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She flew back to her nest that she so carefully tended and loved,
the angel close behind her.
“Why do you stay,” he said angrily.
“I have given you your wing.” He stopped to think.
“I have offered you treats from your far away home.
I have given you someone to love, why do you hesitate?”.
At that moment she began to see him in a different light.
She began to see, like the vapors that obscure the smiling moon
that grins with laughing contempt for the bituminous night,
the emptiness inside of him.
“Come beautiful bird, and I will give to you the world.
We will fly to lands of wonder and nest on golden spires.
I will take you to places that he will never see.” He lied.
“Why would you stay in such a place as this,
a gilded cage with an old man as your keeper?”
Her lilting beautiful song rang out in harsh tones
as she answered the angel, the demon, the darkness.
“He has shown to me more beauty than you could in a thousand lifetimes,
more love in a moment than all the darkness in this world will ever know,
and more kindness than I will ever deserve.
Take back your wing and be gone with you.”
At that moment the gleam that was the soul of the king burnt like the brilliance of the noon day sun as he stepped into the garden.
“Darkness,” he spoke in a low menacing tone, “You are not welcome here,” his glow growing ever brighter.
The bird cowered in her nest, not fearing the dark
but ashamed to show herself to the king.
“Nightingale my love, are you here, are you well?”
She stood in her nest and for the first time the king saw her wing,
perfect in every way, beautiful and strong,
and for just a moment, a minute instant in time, his light faulted.
The darkness immediately engulfed Nightingale
and she fell from her nest, her beautiful warble filling the night air,
and changing as she fell, her body changing as well,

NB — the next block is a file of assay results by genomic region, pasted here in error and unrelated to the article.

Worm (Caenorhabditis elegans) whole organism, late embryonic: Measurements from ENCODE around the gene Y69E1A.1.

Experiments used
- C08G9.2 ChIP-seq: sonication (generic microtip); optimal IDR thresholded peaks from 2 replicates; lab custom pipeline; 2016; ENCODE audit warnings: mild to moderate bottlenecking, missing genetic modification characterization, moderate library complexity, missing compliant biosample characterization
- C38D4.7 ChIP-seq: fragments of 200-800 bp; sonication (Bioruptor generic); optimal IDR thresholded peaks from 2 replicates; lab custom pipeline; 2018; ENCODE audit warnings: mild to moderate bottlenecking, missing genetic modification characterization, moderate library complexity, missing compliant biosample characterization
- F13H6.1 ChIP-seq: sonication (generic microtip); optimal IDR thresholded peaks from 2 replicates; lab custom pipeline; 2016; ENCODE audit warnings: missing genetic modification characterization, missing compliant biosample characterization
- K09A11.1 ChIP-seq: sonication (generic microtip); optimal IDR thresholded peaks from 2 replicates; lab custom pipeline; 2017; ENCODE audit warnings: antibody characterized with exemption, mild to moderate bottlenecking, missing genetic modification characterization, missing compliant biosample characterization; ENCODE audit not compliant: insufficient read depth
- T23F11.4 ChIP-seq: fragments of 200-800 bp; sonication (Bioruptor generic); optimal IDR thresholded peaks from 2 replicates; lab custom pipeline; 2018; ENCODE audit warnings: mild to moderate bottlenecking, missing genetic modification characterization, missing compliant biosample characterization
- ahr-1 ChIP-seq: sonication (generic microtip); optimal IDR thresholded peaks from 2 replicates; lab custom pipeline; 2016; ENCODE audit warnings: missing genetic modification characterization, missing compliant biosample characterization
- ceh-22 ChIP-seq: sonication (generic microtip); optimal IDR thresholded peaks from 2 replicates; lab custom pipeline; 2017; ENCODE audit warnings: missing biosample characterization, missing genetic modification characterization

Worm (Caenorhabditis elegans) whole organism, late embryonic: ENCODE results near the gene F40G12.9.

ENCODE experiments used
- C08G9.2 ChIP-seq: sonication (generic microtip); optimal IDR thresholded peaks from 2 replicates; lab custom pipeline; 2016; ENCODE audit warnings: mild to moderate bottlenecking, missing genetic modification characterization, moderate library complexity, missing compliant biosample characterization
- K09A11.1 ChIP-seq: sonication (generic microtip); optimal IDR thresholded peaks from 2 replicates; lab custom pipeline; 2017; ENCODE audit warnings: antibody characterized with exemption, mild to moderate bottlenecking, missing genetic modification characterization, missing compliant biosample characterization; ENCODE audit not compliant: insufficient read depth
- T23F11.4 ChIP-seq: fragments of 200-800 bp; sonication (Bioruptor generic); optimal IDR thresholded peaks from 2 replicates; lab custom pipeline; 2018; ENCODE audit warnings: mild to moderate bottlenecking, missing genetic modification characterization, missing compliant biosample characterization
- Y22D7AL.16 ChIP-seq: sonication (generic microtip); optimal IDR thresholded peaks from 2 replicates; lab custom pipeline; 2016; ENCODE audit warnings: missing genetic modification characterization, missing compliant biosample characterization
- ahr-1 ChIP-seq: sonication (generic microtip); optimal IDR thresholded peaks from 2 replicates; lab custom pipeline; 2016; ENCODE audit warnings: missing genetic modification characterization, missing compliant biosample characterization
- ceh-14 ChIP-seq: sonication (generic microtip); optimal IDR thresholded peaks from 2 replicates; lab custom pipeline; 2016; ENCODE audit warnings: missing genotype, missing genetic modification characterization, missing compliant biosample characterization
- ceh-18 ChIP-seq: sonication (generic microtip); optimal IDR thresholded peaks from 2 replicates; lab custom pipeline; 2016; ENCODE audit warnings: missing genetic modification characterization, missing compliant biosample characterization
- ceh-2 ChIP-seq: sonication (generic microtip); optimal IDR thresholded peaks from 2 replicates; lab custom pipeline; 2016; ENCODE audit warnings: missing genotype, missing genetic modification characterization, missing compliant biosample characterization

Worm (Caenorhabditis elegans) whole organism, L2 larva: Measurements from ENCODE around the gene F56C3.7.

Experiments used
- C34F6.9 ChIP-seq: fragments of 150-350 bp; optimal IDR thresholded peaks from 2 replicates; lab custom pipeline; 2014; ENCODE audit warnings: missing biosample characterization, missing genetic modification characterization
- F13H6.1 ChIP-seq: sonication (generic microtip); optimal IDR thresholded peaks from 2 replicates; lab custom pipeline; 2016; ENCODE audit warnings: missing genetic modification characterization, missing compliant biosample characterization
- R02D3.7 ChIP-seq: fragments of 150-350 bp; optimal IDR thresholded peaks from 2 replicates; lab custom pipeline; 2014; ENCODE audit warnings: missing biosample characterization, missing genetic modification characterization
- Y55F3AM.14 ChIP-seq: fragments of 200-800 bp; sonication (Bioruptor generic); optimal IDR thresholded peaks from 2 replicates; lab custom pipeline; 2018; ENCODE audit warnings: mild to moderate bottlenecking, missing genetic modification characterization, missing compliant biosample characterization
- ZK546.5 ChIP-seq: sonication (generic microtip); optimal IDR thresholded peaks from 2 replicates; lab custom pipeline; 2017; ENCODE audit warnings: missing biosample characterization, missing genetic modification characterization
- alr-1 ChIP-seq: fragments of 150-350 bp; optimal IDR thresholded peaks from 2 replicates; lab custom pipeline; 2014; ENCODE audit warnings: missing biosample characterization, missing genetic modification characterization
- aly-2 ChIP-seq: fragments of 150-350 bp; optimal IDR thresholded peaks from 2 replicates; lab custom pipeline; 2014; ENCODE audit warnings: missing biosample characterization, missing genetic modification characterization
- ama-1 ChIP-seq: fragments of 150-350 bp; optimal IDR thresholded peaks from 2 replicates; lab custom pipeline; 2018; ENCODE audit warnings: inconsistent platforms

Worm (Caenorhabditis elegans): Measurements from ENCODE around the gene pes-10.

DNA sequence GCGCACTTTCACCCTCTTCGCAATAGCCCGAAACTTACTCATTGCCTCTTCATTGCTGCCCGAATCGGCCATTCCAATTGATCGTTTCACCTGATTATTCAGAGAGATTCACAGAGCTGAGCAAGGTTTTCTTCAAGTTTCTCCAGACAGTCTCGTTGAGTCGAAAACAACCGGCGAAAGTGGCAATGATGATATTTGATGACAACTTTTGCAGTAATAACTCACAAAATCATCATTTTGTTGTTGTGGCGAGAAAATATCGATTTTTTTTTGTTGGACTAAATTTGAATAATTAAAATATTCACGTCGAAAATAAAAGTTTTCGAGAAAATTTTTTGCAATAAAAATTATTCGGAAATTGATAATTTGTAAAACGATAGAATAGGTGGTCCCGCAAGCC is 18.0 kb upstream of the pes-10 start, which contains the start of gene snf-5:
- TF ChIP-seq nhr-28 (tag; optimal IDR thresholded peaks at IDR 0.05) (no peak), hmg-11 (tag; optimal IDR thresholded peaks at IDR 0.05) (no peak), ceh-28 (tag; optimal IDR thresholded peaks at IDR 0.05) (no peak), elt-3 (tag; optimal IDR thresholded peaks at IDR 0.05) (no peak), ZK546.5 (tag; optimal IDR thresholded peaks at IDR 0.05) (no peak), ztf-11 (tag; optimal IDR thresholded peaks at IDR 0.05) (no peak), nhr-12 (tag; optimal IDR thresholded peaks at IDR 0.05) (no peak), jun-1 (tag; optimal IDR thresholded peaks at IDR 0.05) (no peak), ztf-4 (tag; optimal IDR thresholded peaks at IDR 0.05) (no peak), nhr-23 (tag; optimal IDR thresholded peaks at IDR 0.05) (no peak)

The king stood astounded for only a moment
before his radiance beamed brilliance once again
expelling the darkness for one more night.
He knew it would return.
He looked at the beautiful maiden lying motionless beneath the tree.
She was perfect but for her right arm
which was missing beneath the elbow.
As the king approached her he heard a gentle sound.
It was the song he first sang for her,
whispering through her sweet lips.
He started, “My beautiful, beautiful Nightingale,” but she cut him off.
“I have betrayed you, my love.”
“No! Never! I would gladly have let you go
if that was what you wanted,” he interrupted.
“I know Sweet Love, that is why I couldn't leave you,
why I wouldn't leave you.
You are all of the kindness I have ever known.”
“Lie quiet while I get the healer,” he insisted,
but she stopped him, “No, it is too late, I only wish you by my side a while longer. Forgive me for leaving you.”
“Oh, my tender, divine bird, my beautiful love,
my Nightingale, you will never leave me.
When you reach the other side, look for the light.
I will meet you there.
They sang their song, he in his smooth deep baritone voice,
she in her lilting soprano,
until at last she was gone.
In that instant the poor king's heart broke in two.
He sat holding her and singing to her for long moments,
until at last he allowed his trusted servants to guide him away.
They were instructed to leave her where she lay
with a soft pillow for her head and a blanket to cover her.
The wood smith and carver were summoned
to make a simple casket.
She was buried beneath the tree and beneath her beloved nest.
The entirety of the castle and village turned out for her funeral
and the song they sang lifted to heaven
as a thousand nightingales led a procession of millions of birds
into the dark,
pushing his cloak away from the light of the breaking dawn.
So resplendent was this magnificent sound,
it was heard by the king, throughout the valley
and beyond the mountains,
and perhaps even by Nightingale herself.
He smiled but once at the song.
He smiled for her,
but his mourning was that of a lifetime and he smiled no more,
and though eternity had little meaning for him now,
the old king took solace in knowing he would join his Nightingale soon.
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